Join Diane Burns for an in-depth discussion in this video Understanding the "golden rules", part of InDesign: Tables.
- If you're new to InDesign tables, there are a few basic things you need to know before you get started. I like to call these the golden rules of tables. Let's take a closer look at this table. I'm gonna switch from Preview to Normal mode by pressing the letter w. The first golden rule of tables is that every table lives inside a text frame. Even if the text frame fits up tightly against the table and may not be visible, it's still there. The text frame may be narrower than the table, and it may be larger than the table, but the table is always inside a text frame.
It behaves a lot like an inline object. I'm gonna switch to the type tool by pressing the letter t and click to the right of this table. You see this dark black cursor blinking there and if I press the left arrow key, I'm now on the left side of the table, and I'll press the return key and you can see that the table moves down just like an inline object will. If I have text above the table and I have some on the pasteboard here, I'm gonna select it with command or control+a, and then I'll copy it into the clipboard with command or control+c, and paste it above the table.
The table moves down along with the text. In that sense, it's an inline object within a text frame, but a table never stands by itself. It's always inside a text frame. The second golden rule is that in order to format or edit a table, you must use the type tool. If you click on a table with the selection tool, well, you get the text frame that it's in. If you try the direct selection tool, you can't select anything either. So you must always use the type tool.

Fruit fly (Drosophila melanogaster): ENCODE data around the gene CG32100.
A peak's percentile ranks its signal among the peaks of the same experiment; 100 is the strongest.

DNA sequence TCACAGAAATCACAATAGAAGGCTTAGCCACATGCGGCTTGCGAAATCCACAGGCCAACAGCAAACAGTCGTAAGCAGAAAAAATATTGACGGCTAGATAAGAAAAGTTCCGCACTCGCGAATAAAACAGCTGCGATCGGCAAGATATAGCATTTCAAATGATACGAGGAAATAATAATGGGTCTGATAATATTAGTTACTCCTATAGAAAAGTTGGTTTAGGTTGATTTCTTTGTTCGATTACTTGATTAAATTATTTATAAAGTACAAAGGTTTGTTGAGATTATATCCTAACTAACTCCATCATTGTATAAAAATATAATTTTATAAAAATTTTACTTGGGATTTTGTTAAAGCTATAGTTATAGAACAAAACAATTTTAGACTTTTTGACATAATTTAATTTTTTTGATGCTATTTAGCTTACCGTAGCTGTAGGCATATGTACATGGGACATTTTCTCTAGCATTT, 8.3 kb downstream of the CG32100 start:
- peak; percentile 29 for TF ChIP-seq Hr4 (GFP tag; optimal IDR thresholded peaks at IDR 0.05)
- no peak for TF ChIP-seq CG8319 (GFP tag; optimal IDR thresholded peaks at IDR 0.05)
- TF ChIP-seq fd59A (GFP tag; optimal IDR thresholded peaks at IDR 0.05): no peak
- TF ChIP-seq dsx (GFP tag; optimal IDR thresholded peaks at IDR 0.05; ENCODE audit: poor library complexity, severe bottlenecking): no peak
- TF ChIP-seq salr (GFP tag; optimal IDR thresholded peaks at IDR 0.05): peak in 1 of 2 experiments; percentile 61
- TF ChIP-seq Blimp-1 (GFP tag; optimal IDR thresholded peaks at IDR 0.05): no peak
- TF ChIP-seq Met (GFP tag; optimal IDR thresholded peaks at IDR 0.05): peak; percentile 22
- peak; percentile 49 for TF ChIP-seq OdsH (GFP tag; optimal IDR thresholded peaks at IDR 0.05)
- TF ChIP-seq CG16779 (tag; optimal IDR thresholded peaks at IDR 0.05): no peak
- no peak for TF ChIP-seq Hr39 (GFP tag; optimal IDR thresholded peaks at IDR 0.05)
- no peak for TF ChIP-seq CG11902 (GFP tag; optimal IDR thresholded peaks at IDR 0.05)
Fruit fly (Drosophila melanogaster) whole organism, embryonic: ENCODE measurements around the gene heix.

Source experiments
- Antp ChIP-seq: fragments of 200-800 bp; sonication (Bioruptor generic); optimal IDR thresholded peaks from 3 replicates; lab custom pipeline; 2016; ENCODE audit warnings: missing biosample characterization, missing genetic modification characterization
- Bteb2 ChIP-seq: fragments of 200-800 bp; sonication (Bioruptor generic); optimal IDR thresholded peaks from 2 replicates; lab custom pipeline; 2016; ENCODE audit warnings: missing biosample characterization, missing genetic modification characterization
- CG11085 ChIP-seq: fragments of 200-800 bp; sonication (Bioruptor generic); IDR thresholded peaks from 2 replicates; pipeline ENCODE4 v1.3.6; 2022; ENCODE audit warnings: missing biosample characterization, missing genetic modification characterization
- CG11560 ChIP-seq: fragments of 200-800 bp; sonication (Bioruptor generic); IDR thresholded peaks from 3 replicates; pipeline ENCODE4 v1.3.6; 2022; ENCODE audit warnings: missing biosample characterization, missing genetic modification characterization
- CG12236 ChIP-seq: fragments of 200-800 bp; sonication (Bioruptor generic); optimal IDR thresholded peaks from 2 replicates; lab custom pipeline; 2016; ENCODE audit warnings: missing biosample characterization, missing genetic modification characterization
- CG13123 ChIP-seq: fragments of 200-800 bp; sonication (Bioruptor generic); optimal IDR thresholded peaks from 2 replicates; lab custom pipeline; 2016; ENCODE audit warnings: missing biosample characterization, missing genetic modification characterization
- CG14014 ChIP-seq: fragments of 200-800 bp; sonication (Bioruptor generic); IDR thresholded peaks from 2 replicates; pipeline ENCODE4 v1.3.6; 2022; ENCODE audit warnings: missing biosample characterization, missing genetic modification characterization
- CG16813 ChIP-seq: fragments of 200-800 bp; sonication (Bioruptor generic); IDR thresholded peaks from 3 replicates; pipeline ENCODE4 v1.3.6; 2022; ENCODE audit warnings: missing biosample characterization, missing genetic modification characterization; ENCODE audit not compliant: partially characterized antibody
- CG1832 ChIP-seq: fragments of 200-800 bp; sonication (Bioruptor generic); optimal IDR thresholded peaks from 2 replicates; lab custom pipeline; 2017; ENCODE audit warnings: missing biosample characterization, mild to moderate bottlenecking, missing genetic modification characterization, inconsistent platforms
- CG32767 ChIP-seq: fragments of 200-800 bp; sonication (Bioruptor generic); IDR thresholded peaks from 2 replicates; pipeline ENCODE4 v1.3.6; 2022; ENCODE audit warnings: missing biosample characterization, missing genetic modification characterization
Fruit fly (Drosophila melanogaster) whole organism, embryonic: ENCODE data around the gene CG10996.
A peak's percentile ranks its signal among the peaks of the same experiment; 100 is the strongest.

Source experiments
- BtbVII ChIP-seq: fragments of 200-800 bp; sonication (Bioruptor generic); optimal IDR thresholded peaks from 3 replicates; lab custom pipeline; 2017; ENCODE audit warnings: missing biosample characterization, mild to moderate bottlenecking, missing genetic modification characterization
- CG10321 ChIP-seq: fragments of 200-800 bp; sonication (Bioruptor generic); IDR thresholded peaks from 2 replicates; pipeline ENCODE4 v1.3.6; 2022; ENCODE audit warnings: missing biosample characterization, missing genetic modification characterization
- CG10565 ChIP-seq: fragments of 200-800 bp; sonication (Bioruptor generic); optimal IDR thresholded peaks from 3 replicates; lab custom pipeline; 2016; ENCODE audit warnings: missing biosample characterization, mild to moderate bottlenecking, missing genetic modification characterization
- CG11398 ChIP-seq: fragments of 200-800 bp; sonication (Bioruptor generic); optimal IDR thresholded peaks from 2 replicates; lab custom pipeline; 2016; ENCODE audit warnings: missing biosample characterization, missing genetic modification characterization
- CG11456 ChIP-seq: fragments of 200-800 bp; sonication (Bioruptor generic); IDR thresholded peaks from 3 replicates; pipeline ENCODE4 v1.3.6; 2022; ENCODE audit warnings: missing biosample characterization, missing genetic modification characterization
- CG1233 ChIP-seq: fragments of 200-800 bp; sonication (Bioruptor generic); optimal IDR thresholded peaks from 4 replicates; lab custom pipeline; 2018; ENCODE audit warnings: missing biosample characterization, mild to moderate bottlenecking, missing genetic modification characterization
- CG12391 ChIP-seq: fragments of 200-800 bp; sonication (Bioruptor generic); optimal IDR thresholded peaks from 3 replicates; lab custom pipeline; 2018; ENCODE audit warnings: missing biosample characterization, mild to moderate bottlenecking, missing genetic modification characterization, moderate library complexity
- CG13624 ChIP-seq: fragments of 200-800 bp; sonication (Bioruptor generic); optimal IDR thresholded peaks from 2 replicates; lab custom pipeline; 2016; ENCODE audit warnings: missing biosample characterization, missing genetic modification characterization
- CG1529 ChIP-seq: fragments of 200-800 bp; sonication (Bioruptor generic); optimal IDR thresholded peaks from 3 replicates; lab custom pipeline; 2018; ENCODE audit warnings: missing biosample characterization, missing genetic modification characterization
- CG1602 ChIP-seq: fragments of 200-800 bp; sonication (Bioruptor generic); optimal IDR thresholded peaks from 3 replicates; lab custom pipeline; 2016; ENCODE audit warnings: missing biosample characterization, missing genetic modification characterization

Once you click on the type tool, you can then come into the table and you can select Columns, or Rows, or Cells within the table and then you can format the table. You can change the fills and the strokes and so forth. That's really important and you must always use the type tool. Now, the third golden rule is really more something to keep in mind. Sometimes for even more experienced InDesign users. That is, you need to be clear on the difference between table level formatting and cell level formatting.
I'm gonna go back into Preview mode by pressing the letter w, and let me explain. Table level formatting applies to the entire table, and this includes things like putting a border around the entire table. Or, we can format these alternating fill patterns that you see on each row of this table. That's table level formatting. It affects the entire table. We also have cell level formatting. Cell level formatting lets us format the type within a table including its vertical position, or whether or not there are insets.
Cell formatting lets us set strokes and a host of other options that we use to make our tables look good. You'll even see this difference on the Table menu. If we come to the Table menu, you'll see there are table options and there are cell options. This decision is helpful to keep in mind when you're formatting tables and it becomes really important when you start working with table styles and cell styles. It even comes into play when we export to ePub or HTML. Things we'll be covering in other videos.
But once you follow these three golden rules, you'll be able to utilize InDesign's incredibly useful table features.
- Navigating and selecting tables
- Formatting text in tables
- Working with fills
- Inserting and deleting rows and columns
- Rotating text
- Dealing with overset text
- Applying cell and table styles
- Updating table data
- Working with graphic cells
- Creating infographics with tables
- Creating pull quotes and design objects using tables
- Exporting tables to EPUB